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How could you fix the budget

Page history last edited by PBworks 12 years, 11 months ago
    • LAMB: : Well, what -- as you look at Washington, you have got a Republican House, a Republican Senate, and a Republican president, and you mentioned the money thing, the deficit is big, the balanced budget doesn’t exist anymore.

 

How could you come into the middle of all of this and change that?

 

    • ROMNEY: Well, I’m not about to announce anything of that nature right now. But I can say that the gap between how Congress and the president work in Washington, how Washington works and how states work is really quite shocking in some respects, I think to everybody.

 

I mean, I have -- I come from a state that has a legislature that is 85 percent Democratic. I get along with the speaker of the house and the senate president. I realize I can’t do anything without a collaborative approach with them.

 

Sometimes we battle things out and if I can get public opinion on my side, I might get a victory, but by and large we have to work collaboratively. And we do. We balanced our budget three years ago, $3 billion out of whack, we balanced it without raising taxes.

 

I couldn’t do that without their support and their collaboration. And somehow Washington has to reduce the temperature, the boiling that goes on here, the critical harping that seems to go on, the partisanship.

 

And, you know, it’s interesting, that happens in my state. Election year, you know, the last six months before the election everybody starts pointing at each other, getting ready for the campaign, but as soon as the campaign is over, the campaign rhetoric is buried and you meet in each other’s office and talk about what has to be done.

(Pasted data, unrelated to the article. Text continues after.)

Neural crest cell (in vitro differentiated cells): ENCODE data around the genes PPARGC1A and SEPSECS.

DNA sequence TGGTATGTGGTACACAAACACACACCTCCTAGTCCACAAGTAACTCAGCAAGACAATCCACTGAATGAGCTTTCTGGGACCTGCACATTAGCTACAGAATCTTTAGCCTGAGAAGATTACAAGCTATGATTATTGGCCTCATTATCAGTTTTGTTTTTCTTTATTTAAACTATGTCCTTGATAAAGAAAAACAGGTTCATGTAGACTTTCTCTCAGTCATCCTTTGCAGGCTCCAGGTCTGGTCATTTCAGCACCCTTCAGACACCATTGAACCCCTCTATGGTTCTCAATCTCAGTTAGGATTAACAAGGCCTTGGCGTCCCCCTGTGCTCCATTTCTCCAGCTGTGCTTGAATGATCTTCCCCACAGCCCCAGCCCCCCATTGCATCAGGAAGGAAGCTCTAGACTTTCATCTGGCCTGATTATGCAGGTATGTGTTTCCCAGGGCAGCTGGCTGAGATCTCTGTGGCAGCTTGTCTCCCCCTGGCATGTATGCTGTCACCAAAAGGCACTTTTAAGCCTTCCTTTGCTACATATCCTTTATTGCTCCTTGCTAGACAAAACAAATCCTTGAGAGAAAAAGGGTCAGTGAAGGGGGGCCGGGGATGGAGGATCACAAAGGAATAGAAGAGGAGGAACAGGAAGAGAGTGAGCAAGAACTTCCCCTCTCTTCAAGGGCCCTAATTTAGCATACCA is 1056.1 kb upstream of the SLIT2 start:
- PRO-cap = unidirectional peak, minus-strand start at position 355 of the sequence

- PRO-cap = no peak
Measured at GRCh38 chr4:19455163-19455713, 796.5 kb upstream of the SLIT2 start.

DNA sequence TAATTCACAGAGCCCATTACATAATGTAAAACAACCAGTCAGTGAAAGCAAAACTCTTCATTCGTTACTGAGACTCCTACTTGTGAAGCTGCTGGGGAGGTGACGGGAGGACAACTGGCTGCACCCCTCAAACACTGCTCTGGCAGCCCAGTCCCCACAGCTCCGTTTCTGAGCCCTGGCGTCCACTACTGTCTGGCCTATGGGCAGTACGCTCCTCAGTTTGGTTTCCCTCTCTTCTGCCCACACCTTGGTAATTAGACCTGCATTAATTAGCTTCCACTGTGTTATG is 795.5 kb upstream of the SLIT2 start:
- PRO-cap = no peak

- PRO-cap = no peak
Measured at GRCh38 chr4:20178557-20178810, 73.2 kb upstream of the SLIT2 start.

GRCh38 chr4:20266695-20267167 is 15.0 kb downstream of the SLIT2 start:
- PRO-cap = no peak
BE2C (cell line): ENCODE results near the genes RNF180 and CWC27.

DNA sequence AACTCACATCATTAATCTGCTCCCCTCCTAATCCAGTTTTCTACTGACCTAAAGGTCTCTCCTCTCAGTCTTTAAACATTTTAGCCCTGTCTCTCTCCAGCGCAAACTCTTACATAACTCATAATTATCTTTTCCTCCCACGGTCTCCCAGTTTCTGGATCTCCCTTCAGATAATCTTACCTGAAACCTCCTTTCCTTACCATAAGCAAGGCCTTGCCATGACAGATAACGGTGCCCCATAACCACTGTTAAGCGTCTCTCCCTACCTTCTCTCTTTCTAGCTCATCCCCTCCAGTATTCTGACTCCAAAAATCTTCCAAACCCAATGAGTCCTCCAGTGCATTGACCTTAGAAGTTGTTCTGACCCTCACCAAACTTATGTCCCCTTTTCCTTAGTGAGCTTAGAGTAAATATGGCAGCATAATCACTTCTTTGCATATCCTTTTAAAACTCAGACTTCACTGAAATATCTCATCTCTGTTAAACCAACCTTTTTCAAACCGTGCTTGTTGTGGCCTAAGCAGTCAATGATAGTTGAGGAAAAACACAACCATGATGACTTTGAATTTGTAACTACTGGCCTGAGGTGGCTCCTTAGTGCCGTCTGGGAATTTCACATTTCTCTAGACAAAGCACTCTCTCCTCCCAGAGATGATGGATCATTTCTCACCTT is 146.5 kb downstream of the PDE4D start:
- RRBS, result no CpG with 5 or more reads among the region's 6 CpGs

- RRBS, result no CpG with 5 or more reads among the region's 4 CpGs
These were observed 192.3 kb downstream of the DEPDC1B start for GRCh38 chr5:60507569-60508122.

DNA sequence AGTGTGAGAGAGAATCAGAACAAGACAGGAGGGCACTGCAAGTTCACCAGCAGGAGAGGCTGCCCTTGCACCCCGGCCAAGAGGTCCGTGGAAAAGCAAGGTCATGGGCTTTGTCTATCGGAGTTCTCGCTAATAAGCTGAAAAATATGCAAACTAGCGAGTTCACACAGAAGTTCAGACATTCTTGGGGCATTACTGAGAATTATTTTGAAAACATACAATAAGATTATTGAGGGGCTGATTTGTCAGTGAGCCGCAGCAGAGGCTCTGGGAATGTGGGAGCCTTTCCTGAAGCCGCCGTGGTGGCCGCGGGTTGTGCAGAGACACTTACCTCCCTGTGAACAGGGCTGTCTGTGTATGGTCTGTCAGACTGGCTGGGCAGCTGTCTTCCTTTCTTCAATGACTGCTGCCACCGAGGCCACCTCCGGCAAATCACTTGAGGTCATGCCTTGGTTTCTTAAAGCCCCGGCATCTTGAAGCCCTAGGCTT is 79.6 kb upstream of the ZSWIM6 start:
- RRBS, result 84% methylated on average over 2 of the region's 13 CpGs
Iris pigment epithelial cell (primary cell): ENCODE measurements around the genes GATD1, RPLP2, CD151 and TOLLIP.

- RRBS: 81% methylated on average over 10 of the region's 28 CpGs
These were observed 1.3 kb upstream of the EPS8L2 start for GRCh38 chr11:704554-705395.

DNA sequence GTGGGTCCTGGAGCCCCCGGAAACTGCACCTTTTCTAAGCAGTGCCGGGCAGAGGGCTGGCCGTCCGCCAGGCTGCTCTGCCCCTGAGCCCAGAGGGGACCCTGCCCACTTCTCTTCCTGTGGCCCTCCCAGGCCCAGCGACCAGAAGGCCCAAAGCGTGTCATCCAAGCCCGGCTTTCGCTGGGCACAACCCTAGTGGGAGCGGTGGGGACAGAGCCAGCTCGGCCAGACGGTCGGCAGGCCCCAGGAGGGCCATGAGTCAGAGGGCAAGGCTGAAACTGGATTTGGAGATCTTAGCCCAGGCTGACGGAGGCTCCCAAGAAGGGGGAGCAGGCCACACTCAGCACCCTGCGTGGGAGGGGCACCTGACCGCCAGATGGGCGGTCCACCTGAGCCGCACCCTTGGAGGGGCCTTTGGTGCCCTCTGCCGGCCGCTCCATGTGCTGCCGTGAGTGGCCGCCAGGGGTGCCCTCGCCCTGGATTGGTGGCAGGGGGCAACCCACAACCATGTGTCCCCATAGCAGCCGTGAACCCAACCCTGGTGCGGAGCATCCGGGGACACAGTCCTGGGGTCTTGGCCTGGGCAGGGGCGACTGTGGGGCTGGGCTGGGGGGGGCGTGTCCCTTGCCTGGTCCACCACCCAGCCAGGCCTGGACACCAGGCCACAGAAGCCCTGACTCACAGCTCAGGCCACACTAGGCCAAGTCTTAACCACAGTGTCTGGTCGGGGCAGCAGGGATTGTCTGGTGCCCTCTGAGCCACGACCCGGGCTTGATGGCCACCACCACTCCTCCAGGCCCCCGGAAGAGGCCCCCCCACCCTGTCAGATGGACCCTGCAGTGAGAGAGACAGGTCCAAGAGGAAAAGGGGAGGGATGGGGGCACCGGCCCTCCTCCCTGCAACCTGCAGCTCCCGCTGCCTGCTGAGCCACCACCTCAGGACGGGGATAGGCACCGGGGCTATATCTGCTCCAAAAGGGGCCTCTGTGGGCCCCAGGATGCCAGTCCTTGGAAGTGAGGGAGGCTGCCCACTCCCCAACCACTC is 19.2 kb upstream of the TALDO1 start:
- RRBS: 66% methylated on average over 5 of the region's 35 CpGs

And I don’t know why we can’t return to that in Washington as the way of doing business. And I’m not going to point fingers one way or the other. But it’s not as if everything in Washington is run by Republicans.

 

It’s a collaboration between two parties, as it should be. And there is nothing wrong with debate and disagreement over issues. But there seems to be a personal rancor and an attempt to seize on every gotcha opportunity as a way to try and embarrass the opposition party.

 

And it’s not one party more than the other. I think it’s both. And it has to change. There is too much at stake right now. The nation is facing challenges which are far too great to allow this kind of partisanship and rancor guide so much of our national agenda.


    • LAMB: : How does it change?

 

    • ROMNEY: Well, it changes with people. It changes with individuals, being willing to take a hit and not respond. It changes by personal relationships, by individuals being invited into each other’s homes.

 

It changes by holding out an olive leaf. I was very pleased with much of what the president has been able to accomplish. No Child Left Behind, he was able to get that done in part by collaborating with Senator Kennedy. And they worked together and both parties worked together. That’s what I think is key.

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